The absolute way to do this is to read his public announcements on the Berkshire Hathaway, but this can be heavy going. You have to wade though pages of purely company stuff and, when you come to the gems, you have to relate them to something that he may have said years before or years later.

Cunningham’s book makes this task a whole lot easier. He has collected what he believes to be the relevant thoughts of Buffett and put them together in topics. Thus, you can select your topic, for example Economic Goodwill, and read together Warren’s various sayings over the years. The author helps the reader understand these comments with a well written and easy to follow Introduction.

A wise investor does not rely totally on what others believe Buffett does. They should read his own words and make their own informed judgment. ESSENTIAL

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The Essays of Warren Buffett: Lessons for Corporate America, Second Edition

3. The Interpretation of Financial Statements, by Benjamin Graham and Spencer Meredith

There are thousands of companies on the New York Stock Exchange alone and no individual investor can analyse every company for investment. The way to intelligent stock selection is to cull listed stocks into a much smaller group. Having done this, the investor must then analyse in detail potential investment targets, using publicly available information about company operations and financial statements.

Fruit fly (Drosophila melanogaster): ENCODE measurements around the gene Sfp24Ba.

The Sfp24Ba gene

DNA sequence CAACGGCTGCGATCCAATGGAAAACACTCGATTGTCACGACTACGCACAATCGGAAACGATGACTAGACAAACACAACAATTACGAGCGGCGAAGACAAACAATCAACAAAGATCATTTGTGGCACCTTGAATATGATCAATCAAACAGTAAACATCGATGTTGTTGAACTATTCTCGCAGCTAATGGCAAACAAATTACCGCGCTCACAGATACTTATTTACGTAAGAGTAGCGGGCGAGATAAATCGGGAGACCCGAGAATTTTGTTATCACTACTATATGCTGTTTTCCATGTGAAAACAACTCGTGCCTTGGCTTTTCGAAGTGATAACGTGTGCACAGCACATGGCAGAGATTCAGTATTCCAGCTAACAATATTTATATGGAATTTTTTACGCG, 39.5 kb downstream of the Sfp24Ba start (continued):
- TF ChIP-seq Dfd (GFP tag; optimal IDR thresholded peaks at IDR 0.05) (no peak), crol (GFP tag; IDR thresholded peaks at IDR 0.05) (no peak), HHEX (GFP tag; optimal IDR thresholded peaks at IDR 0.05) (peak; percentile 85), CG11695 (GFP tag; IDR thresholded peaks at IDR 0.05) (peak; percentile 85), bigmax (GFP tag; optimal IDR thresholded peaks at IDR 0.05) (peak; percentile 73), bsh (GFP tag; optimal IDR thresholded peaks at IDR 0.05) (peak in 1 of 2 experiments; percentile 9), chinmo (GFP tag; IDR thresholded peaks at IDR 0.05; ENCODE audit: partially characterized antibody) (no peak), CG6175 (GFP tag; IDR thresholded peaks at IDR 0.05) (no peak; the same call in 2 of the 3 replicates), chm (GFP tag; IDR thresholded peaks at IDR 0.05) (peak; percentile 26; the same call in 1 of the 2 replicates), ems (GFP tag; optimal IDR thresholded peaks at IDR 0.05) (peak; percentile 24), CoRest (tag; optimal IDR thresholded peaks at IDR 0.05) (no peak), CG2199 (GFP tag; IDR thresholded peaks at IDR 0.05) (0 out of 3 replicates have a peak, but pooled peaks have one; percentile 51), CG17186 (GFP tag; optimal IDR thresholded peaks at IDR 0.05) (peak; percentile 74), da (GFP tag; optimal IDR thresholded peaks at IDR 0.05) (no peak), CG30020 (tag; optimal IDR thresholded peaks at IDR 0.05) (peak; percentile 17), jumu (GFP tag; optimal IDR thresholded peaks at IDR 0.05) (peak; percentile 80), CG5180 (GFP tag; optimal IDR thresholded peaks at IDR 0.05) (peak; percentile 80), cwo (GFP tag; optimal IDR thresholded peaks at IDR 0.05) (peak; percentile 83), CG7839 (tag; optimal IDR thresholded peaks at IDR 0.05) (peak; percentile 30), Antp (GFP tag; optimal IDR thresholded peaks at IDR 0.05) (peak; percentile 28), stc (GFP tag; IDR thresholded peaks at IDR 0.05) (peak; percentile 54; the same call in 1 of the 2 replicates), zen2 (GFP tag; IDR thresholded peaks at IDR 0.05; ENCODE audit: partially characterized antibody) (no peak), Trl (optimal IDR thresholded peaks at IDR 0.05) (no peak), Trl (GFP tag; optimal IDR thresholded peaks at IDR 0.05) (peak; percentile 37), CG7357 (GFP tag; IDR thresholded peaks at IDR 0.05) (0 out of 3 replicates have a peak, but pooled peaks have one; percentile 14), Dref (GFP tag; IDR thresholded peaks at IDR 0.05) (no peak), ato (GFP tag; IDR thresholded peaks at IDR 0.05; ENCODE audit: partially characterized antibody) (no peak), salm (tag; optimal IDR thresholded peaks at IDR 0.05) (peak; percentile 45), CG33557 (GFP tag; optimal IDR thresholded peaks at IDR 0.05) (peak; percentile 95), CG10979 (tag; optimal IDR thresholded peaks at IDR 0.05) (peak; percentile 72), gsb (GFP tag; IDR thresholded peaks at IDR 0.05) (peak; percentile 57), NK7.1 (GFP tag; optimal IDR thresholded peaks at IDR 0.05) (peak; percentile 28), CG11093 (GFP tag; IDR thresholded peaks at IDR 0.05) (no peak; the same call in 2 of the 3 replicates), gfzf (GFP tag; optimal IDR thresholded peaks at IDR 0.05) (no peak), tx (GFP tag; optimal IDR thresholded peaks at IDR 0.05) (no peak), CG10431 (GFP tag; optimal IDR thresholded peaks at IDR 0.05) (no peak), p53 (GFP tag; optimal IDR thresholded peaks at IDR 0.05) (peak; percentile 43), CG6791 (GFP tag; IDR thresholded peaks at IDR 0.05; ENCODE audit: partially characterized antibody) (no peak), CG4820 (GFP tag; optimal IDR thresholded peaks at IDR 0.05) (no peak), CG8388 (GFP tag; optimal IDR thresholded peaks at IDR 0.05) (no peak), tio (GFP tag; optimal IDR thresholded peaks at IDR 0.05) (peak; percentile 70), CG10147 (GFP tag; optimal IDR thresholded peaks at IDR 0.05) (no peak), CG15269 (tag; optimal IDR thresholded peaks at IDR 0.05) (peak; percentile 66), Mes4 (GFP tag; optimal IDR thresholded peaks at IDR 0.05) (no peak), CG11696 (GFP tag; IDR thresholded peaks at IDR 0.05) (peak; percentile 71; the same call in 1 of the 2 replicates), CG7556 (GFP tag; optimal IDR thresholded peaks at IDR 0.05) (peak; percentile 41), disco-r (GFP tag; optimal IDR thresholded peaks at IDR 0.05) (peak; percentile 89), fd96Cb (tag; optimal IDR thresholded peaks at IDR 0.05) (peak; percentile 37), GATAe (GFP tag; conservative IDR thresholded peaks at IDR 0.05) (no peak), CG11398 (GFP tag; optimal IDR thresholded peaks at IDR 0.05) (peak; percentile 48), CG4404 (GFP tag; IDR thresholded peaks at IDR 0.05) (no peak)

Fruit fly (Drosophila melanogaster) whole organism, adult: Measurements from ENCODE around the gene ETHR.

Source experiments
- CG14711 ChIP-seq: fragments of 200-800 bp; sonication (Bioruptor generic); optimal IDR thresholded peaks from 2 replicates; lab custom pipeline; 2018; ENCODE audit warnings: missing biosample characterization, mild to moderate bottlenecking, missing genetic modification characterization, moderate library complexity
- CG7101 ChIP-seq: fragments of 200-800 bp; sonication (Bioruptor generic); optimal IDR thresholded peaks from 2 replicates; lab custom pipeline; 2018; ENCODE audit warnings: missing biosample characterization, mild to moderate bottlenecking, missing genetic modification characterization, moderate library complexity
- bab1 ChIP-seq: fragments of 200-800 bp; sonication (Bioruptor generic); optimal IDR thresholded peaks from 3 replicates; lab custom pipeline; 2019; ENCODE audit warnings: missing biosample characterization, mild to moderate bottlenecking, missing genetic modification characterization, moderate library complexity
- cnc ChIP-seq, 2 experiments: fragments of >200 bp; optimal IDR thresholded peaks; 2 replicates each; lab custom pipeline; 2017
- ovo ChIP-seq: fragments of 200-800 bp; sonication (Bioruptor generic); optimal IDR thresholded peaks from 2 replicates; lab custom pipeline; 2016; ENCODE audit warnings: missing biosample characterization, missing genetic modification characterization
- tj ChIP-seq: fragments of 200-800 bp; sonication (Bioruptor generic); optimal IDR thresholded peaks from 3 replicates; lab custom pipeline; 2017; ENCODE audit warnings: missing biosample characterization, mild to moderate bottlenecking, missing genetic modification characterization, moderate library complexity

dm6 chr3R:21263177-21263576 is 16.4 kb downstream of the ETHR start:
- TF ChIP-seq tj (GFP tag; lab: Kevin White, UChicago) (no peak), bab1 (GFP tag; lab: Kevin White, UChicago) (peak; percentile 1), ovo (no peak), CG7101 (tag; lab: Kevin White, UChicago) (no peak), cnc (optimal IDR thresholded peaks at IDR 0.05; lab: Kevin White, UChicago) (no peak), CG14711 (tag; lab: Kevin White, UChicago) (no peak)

Not many of us, however, are accountants or financial analysts, and if we want to look at a balance sheet, we need to understand financial terms and the role they play in company analysis. Short of doing a course in company accounting, the best way to srart is to read and understand Benjamin Graham’s classic work The Interpretation of Financial Statements, co-written with Spencer Meredith.